Big Island Mayor Harry Kim says lava has destroyed about 500 homes in just three days. Lava took out 160 homes in Vacationland.
Out of 350 homes in Kapoho Beach Lots, the mayor says only about 30 are left.
Lava is still flowing into the ocean, sending plume of laze thousands of feet into the sky and poisonous gases and fine particles of glass are drifting downwind.
There used to be homes, farmland and forests, now Kapoho and Vacationland is a lava field.
"We lost our home-place, which was our farm; a lot of trees, avocados and limes," Diane Huleskamp said.
Huleskamp says she and her husband planted every one of those tree's by seed. Their dream farm they spent decades tending to was right in Pele's path.
"I said if I could sum it up, I'd be a pack mule. And the reason for that, is they say you'll not be given more than you can handle, and I said man, I must be one heck of a pack mule because boy the load gets heavier and heavier each time," Huleskamp said.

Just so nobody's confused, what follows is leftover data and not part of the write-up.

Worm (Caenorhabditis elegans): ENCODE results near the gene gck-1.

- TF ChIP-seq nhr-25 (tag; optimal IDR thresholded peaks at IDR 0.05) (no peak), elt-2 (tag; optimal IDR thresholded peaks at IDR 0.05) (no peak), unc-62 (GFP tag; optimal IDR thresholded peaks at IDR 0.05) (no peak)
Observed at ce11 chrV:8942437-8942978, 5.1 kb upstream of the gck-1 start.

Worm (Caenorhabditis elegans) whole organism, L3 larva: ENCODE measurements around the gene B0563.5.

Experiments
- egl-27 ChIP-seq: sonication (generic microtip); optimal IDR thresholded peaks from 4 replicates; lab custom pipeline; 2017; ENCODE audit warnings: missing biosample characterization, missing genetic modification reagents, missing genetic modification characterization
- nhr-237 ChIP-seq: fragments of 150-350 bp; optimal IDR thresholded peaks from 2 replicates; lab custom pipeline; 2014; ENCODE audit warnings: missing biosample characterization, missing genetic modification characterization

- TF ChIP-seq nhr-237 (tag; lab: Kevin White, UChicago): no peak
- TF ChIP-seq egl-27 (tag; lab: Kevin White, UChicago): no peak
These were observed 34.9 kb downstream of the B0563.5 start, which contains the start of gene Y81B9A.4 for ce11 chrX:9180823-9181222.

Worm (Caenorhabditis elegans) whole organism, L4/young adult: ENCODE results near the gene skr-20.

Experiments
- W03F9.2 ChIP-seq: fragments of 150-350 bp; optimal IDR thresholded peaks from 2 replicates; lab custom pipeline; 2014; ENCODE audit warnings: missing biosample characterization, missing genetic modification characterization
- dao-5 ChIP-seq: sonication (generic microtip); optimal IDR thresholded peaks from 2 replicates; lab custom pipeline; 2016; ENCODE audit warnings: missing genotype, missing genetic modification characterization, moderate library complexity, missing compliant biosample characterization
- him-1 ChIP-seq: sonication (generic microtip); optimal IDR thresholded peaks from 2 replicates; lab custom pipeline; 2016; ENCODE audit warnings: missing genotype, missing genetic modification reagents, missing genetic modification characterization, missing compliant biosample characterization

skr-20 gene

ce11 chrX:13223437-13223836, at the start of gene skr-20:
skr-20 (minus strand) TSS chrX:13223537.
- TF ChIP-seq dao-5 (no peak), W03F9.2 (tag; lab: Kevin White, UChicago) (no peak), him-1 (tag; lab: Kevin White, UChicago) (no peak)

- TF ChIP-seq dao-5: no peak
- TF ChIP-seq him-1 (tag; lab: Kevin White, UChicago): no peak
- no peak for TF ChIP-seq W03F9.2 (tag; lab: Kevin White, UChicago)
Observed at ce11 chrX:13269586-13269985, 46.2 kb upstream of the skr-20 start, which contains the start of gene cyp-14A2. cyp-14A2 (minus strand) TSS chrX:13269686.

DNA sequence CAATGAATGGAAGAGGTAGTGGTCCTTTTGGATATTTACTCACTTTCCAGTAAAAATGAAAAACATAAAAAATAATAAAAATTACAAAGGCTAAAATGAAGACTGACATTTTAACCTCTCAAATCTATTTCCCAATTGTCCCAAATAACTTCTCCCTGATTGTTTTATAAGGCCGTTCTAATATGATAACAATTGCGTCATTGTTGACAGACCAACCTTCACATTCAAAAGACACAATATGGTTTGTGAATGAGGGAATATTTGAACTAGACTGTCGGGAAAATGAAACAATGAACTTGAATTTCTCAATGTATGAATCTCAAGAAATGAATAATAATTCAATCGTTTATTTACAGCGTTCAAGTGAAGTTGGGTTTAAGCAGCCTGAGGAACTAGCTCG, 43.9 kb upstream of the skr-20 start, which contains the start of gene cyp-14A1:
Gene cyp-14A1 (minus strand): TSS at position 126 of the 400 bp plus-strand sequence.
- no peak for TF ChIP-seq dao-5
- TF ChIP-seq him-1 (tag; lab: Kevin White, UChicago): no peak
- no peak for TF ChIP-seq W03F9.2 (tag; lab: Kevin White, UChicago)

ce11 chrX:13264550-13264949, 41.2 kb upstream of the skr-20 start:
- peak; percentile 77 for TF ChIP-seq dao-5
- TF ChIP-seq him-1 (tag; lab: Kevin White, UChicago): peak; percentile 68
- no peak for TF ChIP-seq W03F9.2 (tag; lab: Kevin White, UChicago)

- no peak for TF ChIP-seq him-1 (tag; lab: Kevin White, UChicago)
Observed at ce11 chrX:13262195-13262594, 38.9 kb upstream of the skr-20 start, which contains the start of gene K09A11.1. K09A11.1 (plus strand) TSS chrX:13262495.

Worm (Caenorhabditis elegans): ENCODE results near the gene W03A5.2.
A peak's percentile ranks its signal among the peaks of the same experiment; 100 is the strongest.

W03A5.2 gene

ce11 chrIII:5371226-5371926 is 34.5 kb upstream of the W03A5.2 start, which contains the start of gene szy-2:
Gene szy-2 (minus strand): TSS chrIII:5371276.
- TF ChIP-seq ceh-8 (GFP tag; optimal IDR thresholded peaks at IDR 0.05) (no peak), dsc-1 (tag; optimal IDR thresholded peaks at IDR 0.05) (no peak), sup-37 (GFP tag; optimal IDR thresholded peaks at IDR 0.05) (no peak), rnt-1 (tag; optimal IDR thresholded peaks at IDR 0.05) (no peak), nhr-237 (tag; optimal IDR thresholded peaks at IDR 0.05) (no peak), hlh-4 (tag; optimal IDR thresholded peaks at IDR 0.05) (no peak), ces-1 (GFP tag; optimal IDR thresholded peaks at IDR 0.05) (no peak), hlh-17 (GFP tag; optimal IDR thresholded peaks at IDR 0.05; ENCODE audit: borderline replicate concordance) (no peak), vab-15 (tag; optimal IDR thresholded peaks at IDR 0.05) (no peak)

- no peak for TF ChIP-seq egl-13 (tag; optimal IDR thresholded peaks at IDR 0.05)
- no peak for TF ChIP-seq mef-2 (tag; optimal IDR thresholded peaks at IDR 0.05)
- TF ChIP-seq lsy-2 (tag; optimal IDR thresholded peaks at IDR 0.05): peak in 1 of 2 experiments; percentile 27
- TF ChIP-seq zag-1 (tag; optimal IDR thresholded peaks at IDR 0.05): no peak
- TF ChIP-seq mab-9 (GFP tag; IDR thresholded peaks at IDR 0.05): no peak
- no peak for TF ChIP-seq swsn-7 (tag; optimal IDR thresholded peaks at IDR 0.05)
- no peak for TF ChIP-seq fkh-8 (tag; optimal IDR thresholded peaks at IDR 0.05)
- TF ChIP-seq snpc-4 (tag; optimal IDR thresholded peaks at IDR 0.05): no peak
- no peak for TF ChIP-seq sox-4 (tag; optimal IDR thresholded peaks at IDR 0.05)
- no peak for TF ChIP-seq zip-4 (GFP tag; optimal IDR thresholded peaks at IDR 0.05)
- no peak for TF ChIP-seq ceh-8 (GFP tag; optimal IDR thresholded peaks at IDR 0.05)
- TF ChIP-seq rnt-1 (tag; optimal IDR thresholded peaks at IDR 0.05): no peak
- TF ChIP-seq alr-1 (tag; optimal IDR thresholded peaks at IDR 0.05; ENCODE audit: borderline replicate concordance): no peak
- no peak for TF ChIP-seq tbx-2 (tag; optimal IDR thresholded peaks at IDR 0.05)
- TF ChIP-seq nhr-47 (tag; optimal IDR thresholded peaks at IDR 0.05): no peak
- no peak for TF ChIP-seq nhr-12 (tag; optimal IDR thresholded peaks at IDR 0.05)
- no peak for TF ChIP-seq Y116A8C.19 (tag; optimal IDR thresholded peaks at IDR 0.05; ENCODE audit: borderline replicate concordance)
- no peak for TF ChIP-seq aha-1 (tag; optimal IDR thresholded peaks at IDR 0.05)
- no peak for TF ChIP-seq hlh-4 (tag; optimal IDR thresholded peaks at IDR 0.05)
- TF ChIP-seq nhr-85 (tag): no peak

That heavy load of loss is almost too much to handle. Huleskamp's husband is also fighting stage four Cancer.
"We were in chemo and someone was trying to help us get our tractors out, but my husband was in chemo and we couldn't do it because you have to have your special credentials and stuff," Huleskamp said.
Huleskamp, her husband and their four farm dogs are staying at a friend's house in Keaau. Despite this disaster, her spirit is remarkably strong.
"There are people out there to help you and encourage you and just stay strong and keep advancing and you have to keep on going and don't give up, just don't give up," Huleskamp said.
That woman is one of the many people we've seen and spoken to here in Lower Puna who refuse to give up hope.
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